Thursday, 29 July 2010

Its getting the patient off life support that's the tricky part

Putting a patient on life support be it a ventilator or cardiac support is a well established and generally successful medical procedure. The reverse operation is not. I know how difficult it can be to get premature babies off ventilator support to breathe by themselves. If it works the prognosis is good but if the patient has to go back on the ventilator the prognosis worsens.

As it is with humans in failing health so it is with Euroland banks. In Greece these are currently kept afloat by the ECB buying or lending to Greece against roughly 140 bn € of Greek bonds as collateral. That's around twice BP's highest estimated liability in the Gulf. BP also has lots of assets that can and some will be sold at decent prices on the open market worldwide something Greece does not have. In Spain banks  have a huge exposure of one trillion private debt secured on one asset class property.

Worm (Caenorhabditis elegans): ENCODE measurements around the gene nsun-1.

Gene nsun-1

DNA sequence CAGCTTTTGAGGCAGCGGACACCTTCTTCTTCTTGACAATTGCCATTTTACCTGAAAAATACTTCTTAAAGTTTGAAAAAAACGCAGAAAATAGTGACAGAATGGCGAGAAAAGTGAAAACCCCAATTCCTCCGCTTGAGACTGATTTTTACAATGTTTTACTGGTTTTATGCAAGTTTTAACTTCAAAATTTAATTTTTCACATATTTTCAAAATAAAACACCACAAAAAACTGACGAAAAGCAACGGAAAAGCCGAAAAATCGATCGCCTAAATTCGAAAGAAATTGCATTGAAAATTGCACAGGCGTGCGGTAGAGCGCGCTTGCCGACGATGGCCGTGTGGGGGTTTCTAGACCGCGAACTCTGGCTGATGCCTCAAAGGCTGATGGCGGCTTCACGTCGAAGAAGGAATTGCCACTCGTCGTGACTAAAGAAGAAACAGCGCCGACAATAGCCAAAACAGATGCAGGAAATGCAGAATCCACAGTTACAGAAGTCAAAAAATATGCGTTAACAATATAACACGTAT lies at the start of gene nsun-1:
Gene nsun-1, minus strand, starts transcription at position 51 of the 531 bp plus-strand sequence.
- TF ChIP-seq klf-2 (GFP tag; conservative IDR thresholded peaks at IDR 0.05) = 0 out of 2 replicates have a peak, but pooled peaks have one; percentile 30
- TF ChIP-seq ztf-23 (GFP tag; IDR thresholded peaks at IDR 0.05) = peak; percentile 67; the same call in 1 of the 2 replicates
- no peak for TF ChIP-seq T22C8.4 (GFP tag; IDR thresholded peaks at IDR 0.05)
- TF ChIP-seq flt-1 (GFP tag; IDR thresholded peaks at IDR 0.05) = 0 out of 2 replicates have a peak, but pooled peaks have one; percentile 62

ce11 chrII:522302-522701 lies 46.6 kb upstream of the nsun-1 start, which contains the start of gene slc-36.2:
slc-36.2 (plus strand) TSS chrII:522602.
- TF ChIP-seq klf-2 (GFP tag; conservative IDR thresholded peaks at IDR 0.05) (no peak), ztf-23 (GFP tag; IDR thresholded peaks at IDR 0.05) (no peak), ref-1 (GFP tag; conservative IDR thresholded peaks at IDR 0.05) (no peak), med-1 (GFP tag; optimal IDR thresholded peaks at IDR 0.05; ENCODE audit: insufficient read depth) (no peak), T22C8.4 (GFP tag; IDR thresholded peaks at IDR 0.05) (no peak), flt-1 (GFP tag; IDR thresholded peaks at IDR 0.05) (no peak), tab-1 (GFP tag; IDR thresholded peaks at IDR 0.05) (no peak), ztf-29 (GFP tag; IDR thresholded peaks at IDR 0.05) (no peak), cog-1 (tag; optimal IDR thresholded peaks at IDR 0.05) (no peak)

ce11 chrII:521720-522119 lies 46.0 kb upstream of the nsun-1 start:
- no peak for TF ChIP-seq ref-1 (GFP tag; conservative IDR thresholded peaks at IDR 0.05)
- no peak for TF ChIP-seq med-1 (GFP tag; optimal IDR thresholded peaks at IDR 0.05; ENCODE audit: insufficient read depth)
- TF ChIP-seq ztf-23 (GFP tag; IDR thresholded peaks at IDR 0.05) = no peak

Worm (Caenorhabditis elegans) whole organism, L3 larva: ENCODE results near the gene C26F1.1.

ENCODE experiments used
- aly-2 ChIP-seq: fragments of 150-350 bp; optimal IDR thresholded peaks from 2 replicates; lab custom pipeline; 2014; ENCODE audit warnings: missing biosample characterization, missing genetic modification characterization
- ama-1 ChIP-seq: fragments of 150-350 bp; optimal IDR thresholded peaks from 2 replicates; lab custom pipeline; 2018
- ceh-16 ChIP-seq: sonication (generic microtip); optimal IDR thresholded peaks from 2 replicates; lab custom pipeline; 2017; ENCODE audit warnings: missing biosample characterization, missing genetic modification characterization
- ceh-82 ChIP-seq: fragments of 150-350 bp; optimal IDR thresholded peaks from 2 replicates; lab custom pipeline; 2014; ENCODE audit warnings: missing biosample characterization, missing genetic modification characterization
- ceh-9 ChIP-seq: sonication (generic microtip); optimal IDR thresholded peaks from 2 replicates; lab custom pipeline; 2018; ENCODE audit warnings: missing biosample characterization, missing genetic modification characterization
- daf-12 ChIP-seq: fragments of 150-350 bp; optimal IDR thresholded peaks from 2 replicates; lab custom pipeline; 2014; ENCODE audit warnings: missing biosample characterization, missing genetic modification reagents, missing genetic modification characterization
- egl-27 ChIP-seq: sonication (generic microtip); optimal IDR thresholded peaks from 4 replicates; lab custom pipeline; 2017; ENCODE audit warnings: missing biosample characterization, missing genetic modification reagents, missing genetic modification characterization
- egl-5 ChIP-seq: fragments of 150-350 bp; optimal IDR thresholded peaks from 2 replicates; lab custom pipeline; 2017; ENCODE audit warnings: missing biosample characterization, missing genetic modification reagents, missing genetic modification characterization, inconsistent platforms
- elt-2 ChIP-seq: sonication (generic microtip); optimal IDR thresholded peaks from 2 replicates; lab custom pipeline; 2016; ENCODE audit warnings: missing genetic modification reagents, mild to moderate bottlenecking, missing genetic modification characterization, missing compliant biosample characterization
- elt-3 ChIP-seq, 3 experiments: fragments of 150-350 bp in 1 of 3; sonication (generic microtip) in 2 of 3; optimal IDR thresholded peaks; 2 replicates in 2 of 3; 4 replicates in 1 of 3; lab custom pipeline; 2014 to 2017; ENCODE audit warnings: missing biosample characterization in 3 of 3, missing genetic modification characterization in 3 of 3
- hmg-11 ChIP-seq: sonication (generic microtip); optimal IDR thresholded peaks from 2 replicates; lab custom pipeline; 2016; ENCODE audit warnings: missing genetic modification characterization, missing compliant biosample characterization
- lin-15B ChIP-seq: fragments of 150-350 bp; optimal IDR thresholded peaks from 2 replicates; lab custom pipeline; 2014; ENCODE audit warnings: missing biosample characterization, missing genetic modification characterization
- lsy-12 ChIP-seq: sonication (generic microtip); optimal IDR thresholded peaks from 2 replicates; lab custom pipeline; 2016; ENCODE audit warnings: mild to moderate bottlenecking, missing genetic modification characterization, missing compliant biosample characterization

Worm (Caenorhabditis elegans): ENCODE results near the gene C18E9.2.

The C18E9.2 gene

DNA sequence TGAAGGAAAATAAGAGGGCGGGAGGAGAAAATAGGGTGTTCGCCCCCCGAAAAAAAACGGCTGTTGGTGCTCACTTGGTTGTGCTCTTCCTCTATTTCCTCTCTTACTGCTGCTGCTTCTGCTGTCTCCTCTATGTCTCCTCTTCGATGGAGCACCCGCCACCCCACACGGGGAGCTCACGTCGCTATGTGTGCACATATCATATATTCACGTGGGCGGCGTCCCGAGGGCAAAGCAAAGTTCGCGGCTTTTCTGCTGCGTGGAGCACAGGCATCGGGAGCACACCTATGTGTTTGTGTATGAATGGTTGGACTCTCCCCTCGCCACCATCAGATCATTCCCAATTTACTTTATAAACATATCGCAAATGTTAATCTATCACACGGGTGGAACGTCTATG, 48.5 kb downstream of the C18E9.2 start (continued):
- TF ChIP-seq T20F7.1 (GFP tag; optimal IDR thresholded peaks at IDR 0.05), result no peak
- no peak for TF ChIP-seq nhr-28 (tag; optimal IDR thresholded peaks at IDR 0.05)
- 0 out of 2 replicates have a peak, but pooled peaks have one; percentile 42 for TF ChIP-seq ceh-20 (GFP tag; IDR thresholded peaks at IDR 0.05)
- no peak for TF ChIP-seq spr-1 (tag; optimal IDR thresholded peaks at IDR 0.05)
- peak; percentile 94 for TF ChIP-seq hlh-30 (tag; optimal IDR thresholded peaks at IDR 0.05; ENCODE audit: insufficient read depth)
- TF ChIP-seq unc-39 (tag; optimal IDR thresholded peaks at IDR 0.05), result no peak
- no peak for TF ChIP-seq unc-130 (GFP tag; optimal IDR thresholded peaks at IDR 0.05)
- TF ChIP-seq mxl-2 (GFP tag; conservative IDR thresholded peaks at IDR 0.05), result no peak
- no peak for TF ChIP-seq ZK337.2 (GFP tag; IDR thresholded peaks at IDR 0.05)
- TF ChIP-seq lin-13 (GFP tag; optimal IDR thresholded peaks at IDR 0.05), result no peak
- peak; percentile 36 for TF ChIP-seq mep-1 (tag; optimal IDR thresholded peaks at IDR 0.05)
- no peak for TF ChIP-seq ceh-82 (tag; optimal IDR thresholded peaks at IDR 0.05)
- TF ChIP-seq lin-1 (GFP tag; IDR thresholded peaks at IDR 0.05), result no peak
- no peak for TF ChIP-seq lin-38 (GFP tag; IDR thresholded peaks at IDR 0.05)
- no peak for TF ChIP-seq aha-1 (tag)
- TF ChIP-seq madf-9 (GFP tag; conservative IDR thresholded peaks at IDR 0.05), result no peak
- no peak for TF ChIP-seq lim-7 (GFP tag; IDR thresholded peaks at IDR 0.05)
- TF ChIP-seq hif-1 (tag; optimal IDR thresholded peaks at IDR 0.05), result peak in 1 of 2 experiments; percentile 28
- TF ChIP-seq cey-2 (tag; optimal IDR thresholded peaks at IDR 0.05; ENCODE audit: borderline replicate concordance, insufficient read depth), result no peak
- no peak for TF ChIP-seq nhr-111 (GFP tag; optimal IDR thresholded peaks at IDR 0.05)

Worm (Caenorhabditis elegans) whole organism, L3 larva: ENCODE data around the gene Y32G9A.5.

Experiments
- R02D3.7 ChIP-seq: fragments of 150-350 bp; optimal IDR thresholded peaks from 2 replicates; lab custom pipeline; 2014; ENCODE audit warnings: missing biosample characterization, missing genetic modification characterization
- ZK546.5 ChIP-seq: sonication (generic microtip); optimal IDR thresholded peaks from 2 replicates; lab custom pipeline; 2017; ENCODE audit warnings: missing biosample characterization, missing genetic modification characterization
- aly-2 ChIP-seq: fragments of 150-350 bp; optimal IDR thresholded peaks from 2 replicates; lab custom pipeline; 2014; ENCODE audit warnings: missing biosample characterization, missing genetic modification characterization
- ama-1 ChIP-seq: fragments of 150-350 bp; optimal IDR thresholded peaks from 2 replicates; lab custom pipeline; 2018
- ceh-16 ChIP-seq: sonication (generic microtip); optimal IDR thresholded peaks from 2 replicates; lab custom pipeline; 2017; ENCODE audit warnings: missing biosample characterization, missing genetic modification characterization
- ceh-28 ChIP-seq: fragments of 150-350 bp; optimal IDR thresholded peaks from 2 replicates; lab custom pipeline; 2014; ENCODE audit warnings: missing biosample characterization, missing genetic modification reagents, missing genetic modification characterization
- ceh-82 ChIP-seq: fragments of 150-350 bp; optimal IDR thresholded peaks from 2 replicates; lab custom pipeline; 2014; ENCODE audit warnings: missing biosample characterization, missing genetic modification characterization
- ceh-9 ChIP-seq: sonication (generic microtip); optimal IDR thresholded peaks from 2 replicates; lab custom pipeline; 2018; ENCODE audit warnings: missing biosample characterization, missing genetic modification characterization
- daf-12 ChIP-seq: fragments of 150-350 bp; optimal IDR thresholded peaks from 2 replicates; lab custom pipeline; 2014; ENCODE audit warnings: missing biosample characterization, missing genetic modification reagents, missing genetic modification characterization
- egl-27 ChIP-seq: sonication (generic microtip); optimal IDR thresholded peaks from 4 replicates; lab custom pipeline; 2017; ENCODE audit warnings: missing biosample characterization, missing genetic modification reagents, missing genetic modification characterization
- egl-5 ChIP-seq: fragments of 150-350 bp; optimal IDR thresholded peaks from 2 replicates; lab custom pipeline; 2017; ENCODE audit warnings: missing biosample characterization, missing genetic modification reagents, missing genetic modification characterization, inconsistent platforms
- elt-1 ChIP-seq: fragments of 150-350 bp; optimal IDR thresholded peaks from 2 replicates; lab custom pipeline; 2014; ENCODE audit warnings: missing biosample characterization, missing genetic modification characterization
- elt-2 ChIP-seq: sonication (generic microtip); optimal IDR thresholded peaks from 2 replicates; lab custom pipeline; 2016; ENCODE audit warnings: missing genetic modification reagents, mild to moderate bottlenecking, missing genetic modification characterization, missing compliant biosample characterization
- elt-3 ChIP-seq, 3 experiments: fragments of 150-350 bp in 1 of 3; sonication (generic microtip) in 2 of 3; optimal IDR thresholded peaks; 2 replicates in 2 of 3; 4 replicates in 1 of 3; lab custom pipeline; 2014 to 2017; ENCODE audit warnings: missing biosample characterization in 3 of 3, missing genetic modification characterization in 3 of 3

These countries banks have been rolling over their funding in the market at three month maturity but when the countries themselves have to go to those same markets for money there just won't be enough to go round and the price, i.e. the interest rates, of money will rise dramatically and some patients, sorry banks will die or go back on ECB life support again. Its called crowding out. It has happened many times before in financial markets and its about to happen again in Euroland. Step forward the King Canutes of the EU!

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